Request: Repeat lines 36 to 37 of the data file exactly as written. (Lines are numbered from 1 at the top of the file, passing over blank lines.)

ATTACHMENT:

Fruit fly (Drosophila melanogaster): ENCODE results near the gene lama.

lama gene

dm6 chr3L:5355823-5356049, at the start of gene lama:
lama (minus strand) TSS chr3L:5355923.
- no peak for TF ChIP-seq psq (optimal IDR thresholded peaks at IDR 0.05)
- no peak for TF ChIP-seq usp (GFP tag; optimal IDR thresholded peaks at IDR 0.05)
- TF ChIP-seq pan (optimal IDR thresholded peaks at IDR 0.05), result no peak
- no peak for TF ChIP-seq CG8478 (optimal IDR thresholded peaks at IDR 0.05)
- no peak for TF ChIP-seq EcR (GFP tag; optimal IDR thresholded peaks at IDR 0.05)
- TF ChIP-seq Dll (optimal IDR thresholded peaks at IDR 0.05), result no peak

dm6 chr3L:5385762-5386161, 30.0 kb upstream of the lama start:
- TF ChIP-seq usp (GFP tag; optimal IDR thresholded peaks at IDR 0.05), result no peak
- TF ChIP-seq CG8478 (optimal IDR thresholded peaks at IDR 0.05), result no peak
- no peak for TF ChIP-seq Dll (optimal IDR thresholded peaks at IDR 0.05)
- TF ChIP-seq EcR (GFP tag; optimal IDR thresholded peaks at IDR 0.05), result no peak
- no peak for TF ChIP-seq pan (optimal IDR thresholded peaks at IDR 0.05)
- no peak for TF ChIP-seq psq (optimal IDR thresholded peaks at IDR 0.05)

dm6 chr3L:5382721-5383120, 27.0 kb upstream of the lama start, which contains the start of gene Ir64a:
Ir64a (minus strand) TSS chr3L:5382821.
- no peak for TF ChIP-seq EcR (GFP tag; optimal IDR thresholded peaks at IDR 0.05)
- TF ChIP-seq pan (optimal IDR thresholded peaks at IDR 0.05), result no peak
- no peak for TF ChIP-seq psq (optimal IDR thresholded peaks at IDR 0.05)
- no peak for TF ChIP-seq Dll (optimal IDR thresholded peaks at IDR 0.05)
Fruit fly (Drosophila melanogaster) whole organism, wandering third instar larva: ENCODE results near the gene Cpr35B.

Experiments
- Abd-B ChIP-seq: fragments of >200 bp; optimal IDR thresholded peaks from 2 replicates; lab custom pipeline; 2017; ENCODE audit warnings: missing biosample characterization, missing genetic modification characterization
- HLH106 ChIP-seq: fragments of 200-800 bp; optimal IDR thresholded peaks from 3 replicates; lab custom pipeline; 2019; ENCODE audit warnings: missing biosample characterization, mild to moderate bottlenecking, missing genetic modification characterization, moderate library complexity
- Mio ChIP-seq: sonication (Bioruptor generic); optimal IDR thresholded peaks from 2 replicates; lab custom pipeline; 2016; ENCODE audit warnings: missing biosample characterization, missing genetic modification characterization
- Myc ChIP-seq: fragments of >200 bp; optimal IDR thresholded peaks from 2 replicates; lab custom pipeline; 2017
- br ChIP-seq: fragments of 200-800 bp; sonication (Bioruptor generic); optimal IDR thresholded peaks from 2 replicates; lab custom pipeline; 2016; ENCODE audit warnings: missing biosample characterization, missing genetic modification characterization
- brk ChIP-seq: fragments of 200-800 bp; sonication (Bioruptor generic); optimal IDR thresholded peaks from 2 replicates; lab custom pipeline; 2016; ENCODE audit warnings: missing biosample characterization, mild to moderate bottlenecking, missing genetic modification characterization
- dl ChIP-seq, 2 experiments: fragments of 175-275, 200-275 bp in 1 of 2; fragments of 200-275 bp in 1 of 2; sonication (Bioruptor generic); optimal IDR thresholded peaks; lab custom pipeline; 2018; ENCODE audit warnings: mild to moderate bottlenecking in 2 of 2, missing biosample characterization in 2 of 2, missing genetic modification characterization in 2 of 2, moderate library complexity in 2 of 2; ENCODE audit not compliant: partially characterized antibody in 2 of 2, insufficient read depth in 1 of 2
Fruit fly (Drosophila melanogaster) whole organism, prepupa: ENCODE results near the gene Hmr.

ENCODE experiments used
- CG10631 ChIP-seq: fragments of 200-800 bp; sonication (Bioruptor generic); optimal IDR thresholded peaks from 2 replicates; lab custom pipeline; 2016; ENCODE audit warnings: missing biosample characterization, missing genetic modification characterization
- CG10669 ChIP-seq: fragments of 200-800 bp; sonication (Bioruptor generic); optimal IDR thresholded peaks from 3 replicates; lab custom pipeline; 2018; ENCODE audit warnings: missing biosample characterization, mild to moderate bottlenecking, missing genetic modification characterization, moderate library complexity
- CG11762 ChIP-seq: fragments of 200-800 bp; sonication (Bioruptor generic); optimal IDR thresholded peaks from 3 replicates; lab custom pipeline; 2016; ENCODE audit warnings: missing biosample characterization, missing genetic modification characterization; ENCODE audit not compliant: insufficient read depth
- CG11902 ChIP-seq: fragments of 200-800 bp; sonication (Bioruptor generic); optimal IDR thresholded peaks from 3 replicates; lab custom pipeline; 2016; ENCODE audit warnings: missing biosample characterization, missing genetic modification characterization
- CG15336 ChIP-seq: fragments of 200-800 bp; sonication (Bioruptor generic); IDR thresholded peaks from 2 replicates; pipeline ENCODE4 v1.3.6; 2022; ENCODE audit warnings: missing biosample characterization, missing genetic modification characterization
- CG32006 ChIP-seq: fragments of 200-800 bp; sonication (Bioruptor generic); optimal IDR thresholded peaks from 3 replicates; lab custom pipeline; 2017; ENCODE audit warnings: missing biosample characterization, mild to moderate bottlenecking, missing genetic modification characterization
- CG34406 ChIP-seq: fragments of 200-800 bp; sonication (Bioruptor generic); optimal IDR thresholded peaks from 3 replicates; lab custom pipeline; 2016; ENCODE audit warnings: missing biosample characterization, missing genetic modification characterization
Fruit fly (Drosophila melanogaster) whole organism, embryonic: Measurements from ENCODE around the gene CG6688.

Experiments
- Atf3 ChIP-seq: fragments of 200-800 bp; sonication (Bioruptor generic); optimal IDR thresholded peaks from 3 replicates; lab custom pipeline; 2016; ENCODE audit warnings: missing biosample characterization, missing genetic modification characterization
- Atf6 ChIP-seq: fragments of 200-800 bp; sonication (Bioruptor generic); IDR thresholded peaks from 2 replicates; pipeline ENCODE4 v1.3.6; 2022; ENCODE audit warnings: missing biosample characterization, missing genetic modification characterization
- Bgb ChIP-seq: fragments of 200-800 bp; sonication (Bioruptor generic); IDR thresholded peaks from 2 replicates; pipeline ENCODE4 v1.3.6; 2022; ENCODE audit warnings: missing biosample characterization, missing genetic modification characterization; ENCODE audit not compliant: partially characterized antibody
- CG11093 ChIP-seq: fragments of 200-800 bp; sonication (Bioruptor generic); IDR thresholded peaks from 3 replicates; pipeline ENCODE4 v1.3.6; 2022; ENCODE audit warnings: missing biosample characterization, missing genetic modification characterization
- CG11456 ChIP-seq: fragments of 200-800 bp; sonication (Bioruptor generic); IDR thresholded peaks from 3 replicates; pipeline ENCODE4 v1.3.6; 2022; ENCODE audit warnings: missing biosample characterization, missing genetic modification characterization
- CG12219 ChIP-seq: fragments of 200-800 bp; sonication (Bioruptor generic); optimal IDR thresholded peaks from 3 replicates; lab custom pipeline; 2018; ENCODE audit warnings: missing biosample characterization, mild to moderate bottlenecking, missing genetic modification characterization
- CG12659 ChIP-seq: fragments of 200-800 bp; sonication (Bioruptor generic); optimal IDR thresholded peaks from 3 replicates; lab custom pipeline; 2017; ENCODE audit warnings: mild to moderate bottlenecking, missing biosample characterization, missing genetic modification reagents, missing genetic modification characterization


- CG10669 ChIP-seq: fragments of 200-800 bp; sonication (Bioruptor generic); optimal IDR thresholded peaks from 3 replicates; lab custom pipeline; 2018; ENCODE audit warnings: missing biosample characterization, mild to moderate bottlenecking, missing genetic modification characterization, moderate library complexity
- CG11762 ChIP-seq: fragments of 200-800 bp; sonication (Bioruptor generic); optimal IDR thresholded peaks from 3 replicates; lab custom pipeline; 2016; ENCODE audit warnings: missing biosample characterization, missing genetic modification characterization; ENCODE audit not compliant: insufficient read depth